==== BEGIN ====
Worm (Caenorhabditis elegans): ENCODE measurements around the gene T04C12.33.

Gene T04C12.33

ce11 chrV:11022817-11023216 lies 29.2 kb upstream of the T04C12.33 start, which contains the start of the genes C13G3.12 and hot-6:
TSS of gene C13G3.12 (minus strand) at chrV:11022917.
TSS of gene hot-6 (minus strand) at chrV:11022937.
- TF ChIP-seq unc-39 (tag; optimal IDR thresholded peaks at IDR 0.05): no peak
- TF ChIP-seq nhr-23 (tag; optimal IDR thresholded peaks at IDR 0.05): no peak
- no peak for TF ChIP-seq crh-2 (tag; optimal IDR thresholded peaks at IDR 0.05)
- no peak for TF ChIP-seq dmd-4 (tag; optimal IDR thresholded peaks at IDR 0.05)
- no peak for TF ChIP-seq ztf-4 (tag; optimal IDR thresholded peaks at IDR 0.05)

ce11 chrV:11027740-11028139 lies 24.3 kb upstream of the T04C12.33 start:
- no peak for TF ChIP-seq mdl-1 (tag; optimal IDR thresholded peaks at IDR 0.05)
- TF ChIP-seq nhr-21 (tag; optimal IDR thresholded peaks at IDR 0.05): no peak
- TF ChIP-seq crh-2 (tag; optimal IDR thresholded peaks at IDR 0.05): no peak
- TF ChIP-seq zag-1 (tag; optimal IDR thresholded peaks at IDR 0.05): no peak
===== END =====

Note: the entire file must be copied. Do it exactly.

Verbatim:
Worm (Caenorhabditis elegans): ENCODE measurements around the gene T04C12.33.

Gene T04C12.33

ce11 chrV:11022817-11023216 lies 29.2 kb upstream of the T04C12.33 start, which contains the start of the genes C13G3.12 and hot-6:
TSS of gene C13G3.12 (minus strand) at chrV:11022917.
TSS of gene hot-6 (minus strand) at chrV:11022937.
- TF ChIP-seq unc-39 (tag; optimal IDR thresholded peaks at IDR 0.05): no peak
- TF ChIP-seq nhr-23 (tag; optimal IDR thresholded peaks at IDR 0.05): no peak
- no peak for TF ChIP-seq crh-2 (tag; optimal IDR thresholded peaks at IDR 0.05)
- no peak for TF ChIP-seq dmd-4 (tag; optimal IDR thresholded peaks at IDR 0.05)
- no peak for TF ChIP-seq ztf-4 (tag; optimal IDR thresholded peaks at IDR 0.05)

ce11 chrV:11027740-11028139 lies 24.3 kb upstream of the T04C12.33 start:
- no peak for TF ChIP-seq mdl-1 (tag; optimal IDR thresholded peaks at IDR 0.05)
- TF ChIP-seq nhr-21 (tag; optimal IDR thresholded peaks at IDR 0.05): no peak
- TF ChIP-seq crh-2 (tag; optimal IDR thresholded peaks at IDR 0.05): no peak
- TF ChIP-seq zag-1 (tag; optimal IDR thresholded peaks at IDR 0.05): no peak